I really like the fact that Spin Master is focusing on comic inspired looks for the characters. I do hope that they eventually produce some higher end figures for collectors but I love that they are producing tons of figures that provide a lot of playability for children. In today’s world, it seems that more and more companies are focusing on collector items and produce more dull options for children to play with and collect. I think that this will pay off for Spin Master in the long run.
So, do you like the new line-up of toys being offered by Spin Master? Let me know in the comments section below. Also, let me know which figures you are looking forward to or want Spin Master to release in the future.
As always, thanks for reading my post. Have a great day!
Sometimes a classic horror film takes its time finding fans. Many films that failed to find their audience in theaters often gain a cult following once they are released to streaming services, Blu-ray, DVD, or, in the case of many films released in the 1980’s and 90’s, VHS. C.H.U.D. is one of those films. Although it did turn a small profit, it was only given a limited release in theaters. New life was breathed into the film once it was released on VHS.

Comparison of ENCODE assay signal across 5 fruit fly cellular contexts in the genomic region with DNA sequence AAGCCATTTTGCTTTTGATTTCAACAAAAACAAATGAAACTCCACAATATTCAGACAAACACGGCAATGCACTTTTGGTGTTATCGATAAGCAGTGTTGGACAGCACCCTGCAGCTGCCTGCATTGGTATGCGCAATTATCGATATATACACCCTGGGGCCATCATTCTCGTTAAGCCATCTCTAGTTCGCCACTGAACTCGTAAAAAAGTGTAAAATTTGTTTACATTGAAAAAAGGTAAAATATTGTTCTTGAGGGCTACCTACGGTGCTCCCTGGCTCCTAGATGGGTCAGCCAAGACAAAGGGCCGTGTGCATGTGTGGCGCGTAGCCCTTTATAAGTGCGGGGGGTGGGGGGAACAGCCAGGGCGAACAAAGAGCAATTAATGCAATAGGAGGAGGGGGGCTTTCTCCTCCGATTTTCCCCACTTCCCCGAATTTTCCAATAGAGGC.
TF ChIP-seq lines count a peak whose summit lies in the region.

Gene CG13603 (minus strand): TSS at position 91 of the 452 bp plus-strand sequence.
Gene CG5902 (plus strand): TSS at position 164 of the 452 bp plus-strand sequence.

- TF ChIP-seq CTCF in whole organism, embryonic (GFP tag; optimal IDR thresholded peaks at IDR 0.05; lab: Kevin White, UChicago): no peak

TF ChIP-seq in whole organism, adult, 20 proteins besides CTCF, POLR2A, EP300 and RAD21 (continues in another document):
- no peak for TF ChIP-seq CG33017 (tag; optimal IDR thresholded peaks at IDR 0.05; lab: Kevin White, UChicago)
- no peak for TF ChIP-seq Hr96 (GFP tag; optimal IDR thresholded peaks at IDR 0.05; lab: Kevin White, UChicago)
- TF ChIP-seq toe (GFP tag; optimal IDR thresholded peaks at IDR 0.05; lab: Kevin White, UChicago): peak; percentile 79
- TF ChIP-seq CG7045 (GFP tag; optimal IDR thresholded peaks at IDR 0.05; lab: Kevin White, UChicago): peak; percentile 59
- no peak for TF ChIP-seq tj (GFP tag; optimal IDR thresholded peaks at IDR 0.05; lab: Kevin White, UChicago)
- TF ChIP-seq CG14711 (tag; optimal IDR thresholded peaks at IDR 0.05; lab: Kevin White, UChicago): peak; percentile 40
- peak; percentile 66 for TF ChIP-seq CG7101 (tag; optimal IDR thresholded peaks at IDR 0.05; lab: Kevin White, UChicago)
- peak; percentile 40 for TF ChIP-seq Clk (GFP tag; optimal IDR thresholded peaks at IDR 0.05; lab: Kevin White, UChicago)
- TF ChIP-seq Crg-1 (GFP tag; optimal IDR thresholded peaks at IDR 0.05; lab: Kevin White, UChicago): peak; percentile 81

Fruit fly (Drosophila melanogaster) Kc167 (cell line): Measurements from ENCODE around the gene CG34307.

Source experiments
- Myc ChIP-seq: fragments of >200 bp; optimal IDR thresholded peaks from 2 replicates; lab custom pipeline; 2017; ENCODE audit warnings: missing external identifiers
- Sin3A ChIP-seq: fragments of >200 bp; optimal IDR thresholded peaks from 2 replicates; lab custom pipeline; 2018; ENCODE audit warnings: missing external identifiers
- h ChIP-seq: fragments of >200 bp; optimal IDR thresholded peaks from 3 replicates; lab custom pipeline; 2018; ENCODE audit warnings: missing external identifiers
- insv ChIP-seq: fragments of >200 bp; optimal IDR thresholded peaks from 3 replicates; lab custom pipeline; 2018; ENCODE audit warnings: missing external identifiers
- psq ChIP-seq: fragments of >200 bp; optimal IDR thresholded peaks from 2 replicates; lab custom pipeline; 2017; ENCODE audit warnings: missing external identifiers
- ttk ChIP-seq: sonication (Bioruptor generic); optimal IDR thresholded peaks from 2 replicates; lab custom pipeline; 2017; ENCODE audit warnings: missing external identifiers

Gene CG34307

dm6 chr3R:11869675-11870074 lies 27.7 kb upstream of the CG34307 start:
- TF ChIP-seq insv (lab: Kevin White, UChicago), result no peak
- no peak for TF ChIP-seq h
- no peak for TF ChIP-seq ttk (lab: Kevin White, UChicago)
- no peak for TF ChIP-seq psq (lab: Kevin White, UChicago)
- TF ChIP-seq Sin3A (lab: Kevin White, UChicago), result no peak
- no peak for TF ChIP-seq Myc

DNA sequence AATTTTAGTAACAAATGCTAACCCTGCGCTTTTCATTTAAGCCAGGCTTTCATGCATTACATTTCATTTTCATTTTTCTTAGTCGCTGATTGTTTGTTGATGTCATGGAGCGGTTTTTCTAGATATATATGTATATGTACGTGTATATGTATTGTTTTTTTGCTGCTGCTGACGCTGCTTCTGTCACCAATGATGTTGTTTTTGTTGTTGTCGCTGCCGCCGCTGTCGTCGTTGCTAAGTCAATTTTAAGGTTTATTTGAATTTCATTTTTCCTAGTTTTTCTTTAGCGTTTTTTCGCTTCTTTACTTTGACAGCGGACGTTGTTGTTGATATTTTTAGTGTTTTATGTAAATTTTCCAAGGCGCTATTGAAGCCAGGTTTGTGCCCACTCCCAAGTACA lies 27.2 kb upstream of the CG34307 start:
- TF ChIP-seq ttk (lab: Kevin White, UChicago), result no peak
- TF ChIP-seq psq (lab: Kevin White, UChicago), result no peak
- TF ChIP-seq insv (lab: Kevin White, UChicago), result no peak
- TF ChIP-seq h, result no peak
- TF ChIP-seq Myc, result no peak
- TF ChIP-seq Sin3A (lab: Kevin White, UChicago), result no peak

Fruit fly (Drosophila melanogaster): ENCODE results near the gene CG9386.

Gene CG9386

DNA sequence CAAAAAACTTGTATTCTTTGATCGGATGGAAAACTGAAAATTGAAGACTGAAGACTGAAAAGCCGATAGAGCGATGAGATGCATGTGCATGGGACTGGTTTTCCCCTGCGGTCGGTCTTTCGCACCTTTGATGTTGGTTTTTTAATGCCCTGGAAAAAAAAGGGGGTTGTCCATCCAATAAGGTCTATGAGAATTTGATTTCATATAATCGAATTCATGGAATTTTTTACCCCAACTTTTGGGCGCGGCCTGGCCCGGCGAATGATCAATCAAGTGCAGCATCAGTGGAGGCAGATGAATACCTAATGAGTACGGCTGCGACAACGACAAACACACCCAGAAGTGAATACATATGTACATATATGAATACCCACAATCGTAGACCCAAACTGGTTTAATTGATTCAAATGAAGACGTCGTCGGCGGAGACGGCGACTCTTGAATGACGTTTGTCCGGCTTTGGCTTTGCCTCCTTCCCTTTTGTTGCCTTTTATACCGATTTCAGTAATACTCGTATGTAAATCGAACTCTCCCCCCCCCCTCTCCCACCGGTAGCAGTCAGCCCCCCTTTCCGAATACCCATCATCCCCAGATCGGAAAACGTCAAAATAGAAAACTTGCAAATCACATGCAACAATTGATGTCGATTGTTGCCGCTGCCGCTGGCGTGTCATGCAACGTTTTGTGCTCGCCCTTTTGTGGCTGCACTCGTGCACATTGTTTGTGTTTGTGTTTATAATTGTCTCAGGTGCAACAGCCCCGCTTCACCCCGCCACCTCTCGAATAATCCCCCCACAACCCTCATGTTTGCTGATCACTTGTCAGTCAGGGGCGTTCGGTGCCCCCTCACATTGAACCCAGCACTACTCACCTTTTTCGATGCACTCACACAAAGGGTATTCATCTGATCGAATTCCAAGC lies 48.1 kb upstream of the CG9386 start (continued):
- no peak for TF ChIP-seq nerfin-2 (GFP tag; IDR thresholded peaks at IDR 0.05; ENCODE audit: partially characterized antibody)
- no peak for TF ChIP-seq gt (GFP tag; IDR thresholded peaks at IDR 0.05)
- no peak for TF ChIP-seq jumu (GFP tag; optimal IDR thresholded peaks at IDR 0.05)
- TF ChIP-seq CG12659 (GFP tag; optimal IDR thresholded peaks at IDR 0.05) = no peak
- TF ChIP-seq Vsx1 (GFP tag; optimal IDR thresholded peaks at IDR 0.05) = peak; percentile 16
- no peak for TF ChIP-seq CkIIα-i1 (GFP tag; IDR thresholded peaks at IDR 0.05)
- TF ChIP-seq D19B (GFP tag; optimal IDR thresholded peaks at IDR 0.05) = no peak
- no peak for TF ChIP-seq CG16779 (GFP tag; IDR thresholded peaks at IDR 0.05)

The film tells the story of mutated beings (Cannibalistic Humanoid Underground Dwellers or C.H.U.D.) that are attacking homeless people and anyone who ventures too close to a manhole cover in the Lafayette Street area of New York’s SoHo neighborhood. The problem with the attacks is that they are not being made public due to an official with the Nuclear Regulatory Commission who has placed a gag order on city officials. When a local police captain’s (Christopher Curry) wife goes missing, he starts to dig deeper into the numerous missing persons and homicide reports that are being swept under the rug. With the aid of a soup kitchen owner nicknamed “The Rev” (Daniel Stern) and a local photographer, George Cooper (John Heard), who is doing a photography project on homeless people in the neighborhood, the captain attempts to uncover the truth about what’s really happening under Lafayette Street.